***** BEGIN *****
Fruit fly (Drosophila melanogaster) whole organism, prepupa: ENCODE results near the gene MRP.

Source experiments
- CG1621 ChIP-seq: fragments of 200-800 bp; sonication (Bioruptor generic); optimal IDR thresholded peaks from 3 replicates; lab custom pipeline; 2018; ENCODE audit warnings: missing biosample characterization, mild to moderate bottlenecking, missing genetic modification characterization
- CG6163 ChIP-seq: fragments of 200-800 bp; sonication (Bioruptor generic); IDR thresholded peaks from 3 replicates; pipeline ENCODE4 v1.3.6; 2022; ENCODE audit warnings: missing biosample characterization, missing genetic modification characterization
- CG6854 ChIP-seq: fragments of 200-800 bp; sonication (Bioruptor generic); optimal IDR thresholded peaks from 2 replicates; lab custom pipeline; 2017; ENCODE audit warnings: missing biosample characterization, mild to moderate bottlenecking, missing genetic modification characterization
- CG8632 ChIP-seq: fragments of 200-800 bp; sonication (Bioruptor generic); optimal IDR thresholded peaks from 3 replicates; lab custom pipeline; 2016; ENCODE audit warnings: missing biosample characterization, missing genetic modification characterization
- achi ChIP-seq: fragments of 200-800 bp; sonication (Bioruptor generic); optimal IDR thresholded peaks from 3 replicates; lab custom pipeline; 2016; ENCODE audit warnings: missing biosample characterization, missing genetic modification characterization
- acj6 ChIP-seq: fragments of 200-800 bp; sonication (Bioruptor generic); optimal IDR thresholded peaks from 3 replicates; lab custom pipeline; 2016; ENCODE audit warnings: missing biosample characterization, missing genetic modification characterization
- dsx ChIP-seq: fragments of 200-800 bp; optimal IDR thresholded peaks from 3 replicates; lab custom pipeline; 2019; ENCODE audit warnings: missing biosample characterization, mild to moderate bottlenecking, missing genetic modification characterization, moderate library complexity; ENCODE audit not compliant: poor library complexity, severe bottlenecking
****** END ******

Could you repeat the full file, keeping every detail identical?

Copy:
Fruit fly (Drosophila melanogaster) whole organism, prepupa: ENCODE results near the gene MRP.

Source experiments
- CG1621 ChIP-seq: fragments of 200-800 bp; sonication (Bioruptor generic); optimal IDR thresholded peaks from 3 replicates; lab custom pipeline; 2018; ENCODE audit warnings: missing biosample characterization, mild to moderate bottlenecking, missing genetic modification characterization
- CG6163 ChIP-seq: fragments of 200-800 bp; sonication (Bioruptor generic); IDR thresholded peaks from 3 replicates; pipeline ENCODE4 v1.3.6; 2022; ENCODE audit warnings: missing biosample characterization, missing genetic modification characterization
- CG6854 ChIP-seq: fragments of 200-800 bp; sonication (Bioruptor generic); optimal IDR thresholded peaks from 2 replicates; lab custom pipeline; 2017; ENCODE audit warnings: missing biosample characterization, mild to moderate bottlenecking, missing genetic modification characterization
- CG8632 ChIP-seq: fragments of 200-800 bp; sonication (Bioruptor generic); optimal IDR thresholded peaks from 3 replicates; lab custom pipeline; 2016; ENCODE audit warnings: missing biosample characterization, missing genetic modification characterization
- achi ChIP-seq: fragments of 200-800 bp; sonication (Bioruptor generic); optimal IDR thresholded peaks from 3 replicates; lab custom pipeline; 2016; ENCODE audit warnings: missing biosample characterization, missing genetic modification characterization
- acj6 ChIP-seq: fragments of 200-800 bp; sonication (Bioruptor generic); optimal IDR thresholded peaks from 3 replicates; lab custom pipeline; 2016; ENCODE audit warnings: missing biosample characterization, missing genetic modification characterization
- dsx ChIP-seq: fragments of 200-800 bp; optimal IDR thresholded peaks from 3 replicates; lab custom pipeline; 2019; ENCODE audit warnings: missing biosample characterization, mild to moderate bottlenecking, missing genetic modification characterization, moderate library complexity; ENCODE audit not compliant: poor library complexity, severe bottlenecking